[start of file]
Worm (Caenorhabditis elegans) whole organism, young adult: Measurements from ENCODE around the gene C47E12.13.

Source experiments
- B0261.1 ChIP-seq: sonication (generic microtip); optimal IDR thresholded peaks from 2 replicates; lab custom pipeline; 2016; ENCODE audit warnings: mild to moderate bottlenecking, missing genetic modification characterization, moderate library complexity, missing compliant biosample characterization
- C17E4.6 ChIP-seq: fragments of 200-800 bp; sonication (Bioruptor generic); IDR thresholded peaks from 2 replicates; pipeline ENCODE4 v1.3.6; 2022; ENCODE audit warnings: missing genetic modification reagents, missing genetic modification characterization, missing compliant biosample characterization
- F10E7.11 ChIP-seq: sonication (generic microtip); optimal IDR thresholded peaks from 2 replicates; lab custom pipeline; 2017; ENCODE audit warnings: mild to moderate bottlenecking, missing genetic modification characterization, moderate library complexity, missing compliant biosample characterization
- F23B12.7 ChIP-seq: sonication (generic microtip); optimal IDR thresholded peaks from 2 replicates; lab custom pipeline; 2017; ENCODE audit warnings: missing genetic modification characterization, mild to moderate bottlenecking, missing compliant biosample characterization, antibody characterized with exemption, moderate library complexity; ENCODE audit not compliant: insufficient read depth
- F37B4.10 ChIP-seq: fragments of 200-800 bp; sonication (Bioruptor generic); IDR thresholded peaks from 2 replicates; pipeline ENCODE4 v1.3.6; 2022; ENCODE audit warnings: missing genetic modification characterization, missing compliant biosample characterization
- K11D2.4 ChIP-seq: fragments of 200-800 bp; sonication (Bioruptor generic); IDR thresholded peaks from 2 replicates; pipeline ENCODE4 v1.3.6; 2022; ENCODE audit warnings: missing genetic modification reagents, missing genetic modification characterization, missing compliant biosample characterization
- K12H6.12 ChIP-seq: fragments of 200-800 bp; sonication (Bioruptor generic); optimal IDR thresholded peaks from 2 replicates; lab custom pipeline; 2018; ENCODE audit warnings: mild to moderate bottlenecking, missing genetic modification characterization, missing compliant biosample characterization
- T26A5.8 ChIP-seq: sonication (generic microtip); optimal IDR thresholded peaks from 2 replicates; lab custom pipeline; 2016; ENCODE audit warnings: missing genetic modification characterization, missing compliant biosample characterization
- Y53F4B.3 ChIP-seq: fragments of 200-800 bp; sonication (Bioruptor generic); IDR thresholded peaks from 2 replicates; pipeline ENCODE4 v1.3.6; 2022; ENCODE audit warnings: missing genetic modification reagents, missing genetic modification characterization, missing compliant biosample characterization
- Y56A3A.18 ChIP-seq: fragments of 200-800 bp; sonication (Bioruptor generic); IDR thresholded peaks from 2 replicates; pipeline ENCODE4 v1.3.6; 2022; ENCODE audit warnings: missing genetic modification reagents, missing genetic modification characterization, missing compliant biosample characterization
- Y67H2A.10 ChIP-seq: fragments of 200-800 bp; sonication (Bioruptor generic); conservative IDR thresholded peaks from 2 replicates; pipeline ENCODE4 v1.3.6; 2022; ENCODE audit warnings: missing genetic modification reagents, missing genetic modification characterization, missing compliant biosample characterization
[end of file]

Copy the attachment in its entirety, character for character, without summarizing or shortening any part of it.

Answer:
Worm (Caenorhabditis elegans) whole organism, young adult: Measurements from ENCODE around the gene C47E12.13.

Source experiments
- B0261.1 ChIP-seq: sonication (generic microtip); optimal IDR thresholded peaks from 2 replicates; lab custom pipeline; 2016; ENCODE audit warnings: mild to moderate bottlenecking, missing genetic modification characterization, moderate library complexity, missing compliant biosample characterization
- C17E4.6 ChIP-seq: fragments of 200-800 bp; sonication (Bioruptor generic); IDR thresholded peaks from 2 replicates; pipeline ENCODE4 v1.3.6; 2022; ENCODE audit warnings: missing genetic modification reagents, missing genetic modification characterization, missing compliant biosample characterization
- F10E7.11 ChIP-seq: sonication (generic microtip); optimal IDR thresholded peaks from 2 replicates; lab custom pipeline; 2017; ENCODE audit warnings: mild to moderate bottlenecking, missing genetic modification characterization, moderate library complexity, missing compliant biosample characterization
- F23B12.7 ChIP-seq: sonication (generic microtip); optimal IDR thresholded peaks from 2 replicates; lab custom pipeline; 2017; ENCODE audit warnings: missing genetic modification characterization, mild to moderate bottlenecking, missing compliant biosample characterization, antibody characterized with exemption, moderate library complexity; ENCODE audit not compliant: insufficient read depth
- F37B4.10 ChIP-seq: fragments of 200-800 bp; sonication (Bioruptor generic); IDR thresholded peaks from 2 replicates; pipeline ENCODE4 v1.3.6; 2022; ENCODE audit warnings: missing genetic modification characterization, missing compliant biosample characterization
- K11D2.4 ChIP-seq: fragments of 200-800 bp; sonication (Bioruptor generic); IDR thresholded peaks from 2 replicates; pipeline ENCODE4 v1.3.6; 2022; ENCODE audit warnings: missing genetic modification reagents, missing genetic modification characterization, missing compliant biosample characterization
- K12H6.12 ChIP-seq: fragments of 200-800 bp; sonication (Bioruptor generic); optimal IDR thresholded peaks from 2 replicates; lab custom pipeline; 2018; ENCODE audit warnings: mild to moderate bottlenecking, missing genetic modification characterization, missing compliant biosample characterization
- T26A5.8 ChIP-seq: sonication (generic microtip); optimal IDR thresholded peaks from 2 replicates; lab custom pipeline; 2016; ENCODE audit warnings: missing genetic modification characterization, missing compliant biosample characterization
- Y53F4B.3 ChIP-seq: fragments of 200-800 bp; sonication (Bioruptor generic); IDR thresholded peaks from 2 replicates; pipeline ENCODE4 v1.3.6; 2022; ENCODE audit warnings: missing genetic modification reagents, missing genetic modification characterization, missing compliant biosample characterization
- Y56A3A.18 ChIP-seq: fragments of 200-800 bp; sonication (Bioruptor generic); IDR thresholded peaks from 2 replicates; pipeline ENCODE4 v1.3.6; 2022; ENCODE audit warnings: missing genetic modification reagents, missing genetic modification characterization, missing compliant biosample characterization
- Y67H2A.10 ChIP-seq: fragments of 200-800 bp; sonication (Bioruptor generic); conservative IDR thresholded peaks from 2 replicates; pipeline ENCODE4 v1.3.6; 2022; ENCODE audit warnings: missing genetic modification reagents, missing genetic modification characterization, missing compliant biosample characterization